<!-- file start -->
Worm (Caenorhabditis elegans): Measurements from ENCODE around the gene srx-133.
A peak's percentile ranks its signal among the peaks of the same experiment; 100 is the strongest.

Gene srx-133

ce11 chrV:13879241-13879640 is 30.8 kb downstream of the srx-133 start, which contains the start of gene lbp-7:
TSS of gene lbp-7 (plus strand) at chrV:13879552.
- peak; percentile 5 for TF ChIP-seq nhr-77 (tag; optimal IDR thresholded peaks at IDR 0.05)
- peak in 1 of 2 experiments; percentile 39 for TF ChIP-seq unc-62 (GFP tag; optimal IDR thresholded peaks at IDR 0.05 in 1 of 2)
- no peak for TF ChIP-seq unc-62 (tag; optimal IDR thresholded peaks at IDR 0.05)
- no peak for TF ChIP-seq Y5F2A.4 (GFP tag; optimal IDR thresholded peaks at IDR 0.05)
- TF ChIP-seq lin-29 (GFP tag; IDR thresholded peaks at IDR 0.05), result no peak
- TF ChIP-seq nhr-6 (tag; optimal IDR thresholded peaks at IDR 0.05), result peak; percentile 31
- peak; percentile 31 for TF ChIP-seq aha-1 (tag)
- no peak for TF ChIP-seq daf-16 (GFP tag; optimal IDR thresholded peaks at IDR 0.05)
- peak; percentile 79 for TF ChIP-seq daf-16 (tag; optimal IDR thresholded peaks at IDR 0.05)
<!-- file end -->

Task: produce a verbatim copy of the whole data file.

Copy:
Worm (Caenorhabditis elegans): Measurements from ENCODE around the gene srx-133.
A peak's percentile ranks its signal among the peaks of the same experiment; 100 is the strongest.

Gene srx-133

ce11 chrV:13879241-13879640 is 30.8 kb downstream of the srx-133 start, which contains the start of gene lbp-7:
TSS of gene lbp-7 (plus strand) at chrV:13879552.
- peak; percentile 5 for TF ChIP-seq nhr-77 (tag; optimal IDR thresholded peaks at IDR 0.05)
- peak in 1 of 2 experiments; percentile 39 for TF ChIP-seq unc-62 (GFP tag; optimal IDR thresholded peaks at IDR 0.05 in 1 of 2)
- no peak for TF ChIP-seq unc-62 (tag; optimal IDR thresholded peaks at IDR 0.05)
- no peak for TF ChIP-seq Y5F2A.4 (GFP tag; optimal IDR thresholded peaks at IDR 0.05)
- TF ChIP-seq lin-29 (GFP tag; IDR thresholded peaks at IDR 0.05), result no peak
- TF ChIP-seq nhr-6 (tag; optimal IDR thresholded peaks at IDR 0.05), result peak; percentile 31
- peak; percentile 31 for TF ChIP-seq aha-1 (tag)
- no peak for TF ChIP-seq daf-16 (GFP tag; optimal IDR thresholded peaks at IDR 0.05)
- peak; percentile 79 for TF ChIP-seq daf-16 (tag; optimal IDR thresholded peaks at IDR 0.05)